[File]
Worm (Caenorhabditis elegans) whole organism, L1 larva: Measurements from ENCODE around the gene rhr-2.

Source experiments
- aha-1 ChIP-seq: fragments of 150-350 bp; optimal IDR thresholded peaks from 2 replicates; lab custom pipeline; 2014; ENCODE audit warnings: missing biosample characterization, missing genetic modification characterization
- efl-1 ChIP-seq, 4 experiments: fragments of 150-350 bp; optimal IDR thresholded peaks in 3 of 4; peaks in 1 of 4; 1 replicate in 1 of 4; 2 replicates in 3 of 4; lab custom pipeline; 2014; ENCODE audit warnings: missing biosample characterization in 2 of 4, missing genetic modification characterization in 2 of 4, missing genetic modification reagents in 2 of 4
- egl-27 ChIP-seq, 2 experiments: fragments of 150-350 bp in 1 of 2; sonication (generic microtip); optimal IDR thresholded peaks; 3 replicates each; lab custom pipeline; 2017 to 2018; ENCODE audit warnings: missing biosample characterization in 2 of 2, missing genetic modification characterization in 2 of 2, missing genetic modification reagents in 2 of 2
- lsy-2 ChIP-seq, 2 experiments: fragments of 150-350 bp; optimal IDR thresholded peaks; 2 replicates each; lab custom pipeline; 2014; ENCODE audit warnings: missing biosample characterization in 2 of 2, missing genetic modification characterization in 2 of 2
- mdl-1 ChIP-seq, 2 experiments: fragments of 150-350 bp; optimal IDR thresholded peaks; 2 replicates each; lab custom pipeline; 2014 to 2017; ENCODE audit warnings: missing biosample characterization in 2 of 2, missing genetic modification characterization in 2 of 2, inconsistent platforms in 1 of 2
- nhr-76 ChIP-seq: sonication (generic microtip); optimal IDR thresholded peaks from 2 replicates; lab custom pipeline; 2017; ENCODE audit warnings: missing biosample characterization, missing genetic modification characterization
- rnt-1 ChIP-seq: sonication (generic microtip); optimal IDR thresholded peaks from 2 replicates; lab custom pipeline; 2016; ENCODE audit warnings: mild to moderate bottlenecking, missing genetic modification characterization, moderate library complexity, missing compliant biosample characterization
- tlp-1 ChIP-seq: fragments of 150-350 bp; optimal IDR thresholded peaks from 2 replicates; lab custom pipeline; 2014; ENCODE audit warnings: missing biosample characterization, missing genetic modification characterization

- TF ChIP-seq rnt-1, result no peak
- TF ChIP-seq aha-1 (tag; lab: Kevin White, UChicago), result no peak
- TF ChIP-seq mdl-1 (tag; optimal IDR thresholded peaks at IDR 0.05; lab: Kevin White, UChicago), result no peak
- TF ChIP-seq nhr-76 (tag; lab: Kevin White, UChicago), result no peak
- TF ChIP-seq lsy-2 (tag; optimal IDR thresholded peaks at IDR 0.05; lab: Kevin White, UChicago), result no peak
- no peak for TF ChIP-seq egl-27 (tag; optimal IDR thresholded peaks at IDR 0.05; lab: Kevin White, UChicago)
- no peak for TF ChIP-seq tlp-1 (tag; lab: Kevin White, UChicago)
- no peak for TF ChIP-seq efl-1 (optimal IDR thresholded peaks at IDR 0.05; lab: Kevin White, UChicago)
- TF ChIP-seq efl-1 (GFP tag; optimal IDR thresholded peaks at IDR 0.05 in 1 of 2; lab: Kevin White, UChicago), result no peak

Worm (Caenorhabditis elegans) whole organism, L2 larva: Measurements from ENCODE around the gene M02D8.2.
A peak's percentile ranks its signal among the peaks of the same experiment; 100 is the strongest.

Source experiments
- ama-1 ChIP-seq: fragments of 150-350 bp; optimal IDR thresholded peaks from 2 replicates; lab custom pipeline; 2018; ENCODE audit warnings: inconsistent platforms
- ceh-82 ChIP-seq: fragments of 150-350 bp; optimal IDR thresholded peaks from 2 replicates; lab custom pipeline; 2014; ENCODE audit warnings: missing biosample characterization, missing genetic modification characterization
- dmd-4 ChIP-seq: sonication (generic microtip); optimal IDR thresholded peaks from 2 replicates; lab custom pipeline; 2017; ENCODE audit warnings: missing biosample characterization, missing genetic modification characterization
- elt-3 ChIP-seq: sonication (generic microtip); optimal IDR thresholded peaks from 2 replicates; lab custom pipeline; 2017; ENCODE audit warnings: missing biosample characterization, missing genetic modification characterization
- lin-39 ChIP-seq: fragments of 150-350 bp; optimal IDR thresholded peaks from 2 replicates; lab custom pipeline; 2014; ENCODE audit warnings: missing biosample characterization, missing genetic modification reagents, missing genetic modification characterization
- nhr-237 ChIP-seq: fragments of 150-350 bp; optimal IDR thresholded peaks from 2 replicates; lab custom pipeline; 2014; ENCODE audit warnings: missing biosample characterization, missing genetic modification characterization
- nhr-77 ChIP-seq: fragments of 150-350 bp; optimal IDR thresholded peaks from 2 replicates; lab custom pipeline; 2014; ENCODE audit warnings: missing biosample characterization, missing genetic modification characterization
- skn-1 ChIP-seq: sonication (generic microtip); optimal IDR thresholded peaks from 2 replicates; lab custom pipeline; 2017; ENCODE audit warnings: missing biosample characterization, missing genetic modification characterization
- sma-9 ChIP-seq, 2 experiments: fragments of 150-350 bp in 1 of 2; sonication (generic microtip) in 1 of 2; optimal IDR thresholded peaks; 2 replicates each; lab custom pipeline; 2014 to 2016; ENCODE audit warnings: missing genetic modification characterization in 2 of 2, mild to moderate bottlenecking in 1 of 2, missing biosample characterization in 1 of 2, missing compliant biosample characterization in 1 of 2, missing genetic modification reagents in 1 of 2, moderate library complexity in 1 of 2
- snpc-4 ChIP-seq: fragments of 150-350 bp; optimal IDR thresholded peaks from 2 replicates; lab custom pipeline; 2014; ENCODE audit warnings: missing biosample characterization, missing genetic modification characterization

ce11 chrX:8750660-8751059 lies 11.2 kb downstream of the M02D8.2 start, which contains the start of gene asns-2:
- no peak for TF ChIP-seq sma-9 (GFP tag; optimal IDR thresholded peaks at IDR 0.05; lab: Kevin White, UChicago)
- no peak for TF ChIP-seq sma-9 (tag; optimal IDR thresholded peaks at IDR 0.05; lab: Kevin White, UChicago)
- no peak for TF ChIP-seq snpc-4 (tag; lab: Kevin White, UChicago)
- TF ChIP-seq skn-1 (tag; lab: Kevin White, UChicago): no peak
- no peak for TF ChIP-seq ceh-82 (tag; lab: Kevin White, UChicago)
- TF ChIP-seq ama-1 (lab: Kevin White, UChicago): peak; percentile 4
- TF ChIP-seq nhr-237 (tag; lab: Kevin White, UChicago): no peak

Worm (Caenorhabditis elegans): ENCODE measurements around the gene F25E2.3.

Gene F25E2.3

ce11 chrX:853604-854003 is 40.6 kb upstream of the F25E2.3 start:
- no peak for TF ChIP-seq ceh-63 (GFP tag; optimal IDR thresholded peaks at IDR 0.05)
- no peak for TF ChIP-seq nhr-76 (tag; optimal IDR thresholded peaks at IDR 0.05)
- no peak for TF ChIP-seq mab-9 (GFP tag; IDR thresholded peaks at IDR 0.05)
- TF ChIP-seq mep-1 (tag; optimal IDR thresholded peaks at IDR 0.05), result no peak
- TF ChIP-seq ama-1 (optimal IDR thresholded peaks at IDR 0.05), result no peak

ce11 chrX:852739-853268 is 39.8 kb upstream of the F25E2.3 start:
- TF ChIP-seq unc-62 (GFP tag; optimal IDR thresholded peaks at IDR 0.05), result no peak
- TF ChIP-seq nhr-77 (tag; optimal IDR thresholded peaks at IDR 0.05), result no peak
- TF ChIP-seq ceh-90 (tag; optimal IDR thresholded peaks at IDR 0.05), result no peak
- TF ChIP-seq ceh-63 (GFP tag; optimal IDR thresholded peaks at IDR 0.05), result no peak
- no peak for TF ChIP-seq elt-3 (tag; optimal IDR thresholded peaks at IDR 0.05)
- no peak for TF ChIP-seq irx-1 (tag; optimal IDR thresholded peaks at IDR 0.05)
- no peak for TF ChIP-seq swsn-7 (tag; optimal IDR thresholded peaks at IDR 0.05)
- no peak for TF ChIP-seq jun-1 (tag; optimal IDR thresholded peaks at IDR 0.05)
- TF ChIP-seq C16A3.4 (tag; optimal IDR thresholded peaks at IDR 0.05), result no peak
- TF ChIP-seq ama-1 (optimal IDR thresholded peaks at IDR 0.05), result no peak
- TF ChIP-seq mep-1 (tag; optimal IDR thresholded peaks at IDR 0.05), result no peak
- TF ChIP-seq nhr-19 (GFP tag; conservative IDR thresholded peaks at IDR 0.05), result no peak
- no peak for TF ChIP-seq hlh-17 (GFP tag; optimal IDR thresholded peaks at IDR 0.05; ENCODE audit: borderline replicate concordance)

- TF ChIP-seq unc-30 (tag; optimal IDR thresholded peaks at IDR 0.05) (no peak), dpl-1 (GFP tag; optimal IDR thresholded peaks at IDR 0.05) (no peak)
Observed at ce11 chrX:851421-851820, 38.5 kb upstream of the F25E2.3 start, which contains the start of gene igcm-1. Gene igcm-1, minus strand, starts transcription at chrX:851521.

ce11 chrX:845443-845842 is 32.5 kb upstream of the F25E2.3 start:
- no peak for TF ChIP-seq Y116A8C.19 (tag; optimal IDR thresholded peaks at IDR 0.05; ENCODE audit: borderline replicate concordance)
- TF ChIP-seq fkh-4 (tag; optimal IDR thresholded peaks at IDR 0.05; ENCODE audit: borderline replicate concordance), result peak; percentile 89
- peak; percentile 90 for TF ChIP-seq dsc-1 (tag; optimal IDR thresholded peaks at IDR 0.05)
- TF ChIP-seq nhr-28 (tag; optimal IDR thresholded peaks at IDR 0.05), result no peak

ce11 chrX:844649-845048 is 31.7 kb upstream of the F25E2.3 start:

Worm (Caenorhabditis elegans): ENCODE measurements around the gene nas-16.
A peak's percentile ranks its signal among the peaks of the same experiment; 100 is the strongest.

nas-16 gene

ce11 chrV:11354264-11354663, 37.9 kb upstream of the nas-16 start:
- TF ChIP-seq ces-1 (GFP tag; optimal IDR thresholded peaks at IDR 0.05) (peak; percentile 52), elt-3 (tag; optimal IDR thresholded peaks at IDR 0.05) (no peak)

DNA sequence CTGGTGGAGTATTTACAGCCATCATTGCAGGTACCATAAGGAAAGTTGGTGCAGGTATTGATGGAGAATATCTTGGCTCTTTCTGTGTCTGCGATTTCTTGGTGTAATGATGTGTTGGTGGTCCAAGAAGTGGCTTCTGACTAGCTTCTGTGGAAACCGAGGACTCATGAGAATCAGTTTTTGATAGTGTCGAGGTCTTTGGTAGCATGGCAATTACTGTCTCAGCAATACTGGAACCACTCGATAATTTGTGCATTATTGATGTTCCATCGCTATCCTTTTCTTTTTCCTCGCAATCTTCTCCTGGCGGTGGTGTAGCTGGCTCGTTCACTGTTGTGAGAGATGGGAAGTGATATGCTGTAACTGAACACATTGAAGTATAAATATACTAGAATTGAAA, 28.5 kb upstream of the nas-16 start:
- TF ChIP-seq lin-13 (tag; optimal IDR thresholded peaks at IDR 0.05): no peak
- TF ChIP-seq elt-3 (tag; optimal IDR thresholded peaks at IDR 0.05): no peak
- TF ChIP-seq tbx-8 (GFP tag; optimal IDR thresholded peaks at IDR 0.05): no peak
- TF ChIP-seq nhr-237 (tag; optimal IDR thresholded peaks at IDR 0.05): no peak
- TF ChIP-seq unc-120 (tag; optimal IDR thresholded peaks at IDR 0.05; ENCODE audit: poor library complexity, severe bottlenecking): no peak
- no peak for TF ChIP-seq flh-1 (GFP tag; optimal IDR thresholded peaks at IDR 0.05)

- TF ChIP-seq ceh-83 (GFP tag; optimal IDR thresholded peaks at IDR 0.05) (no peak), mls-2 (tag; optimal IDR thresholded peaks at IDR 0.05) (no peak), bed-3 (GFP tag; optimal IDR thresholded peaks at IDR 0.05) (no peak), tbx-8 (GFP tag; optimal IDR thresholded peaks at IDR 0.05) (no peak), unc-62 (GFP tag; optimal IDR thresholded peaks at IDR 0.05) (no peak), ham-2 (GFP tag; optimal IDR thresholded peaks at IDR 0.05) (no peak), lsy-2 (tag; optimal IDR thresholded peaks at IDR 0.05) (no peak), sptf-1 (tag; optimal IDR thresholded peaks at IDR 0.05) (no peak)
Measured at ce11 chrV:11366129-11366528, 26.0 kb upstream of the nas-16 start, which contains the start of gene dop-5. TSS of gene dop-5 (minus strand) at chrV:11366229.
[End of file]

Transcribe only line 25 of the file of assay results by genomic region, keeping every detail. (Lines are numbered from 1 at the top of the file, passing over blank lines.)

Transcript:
- dmd-4 ChIP-seq: sonication (generic microtip); optimal IDR thresholded peaks from 2 replicates; lab custom pipeline; 2017; ENCODE audit warnings: missing biosample characterization, missing genetic modification characterization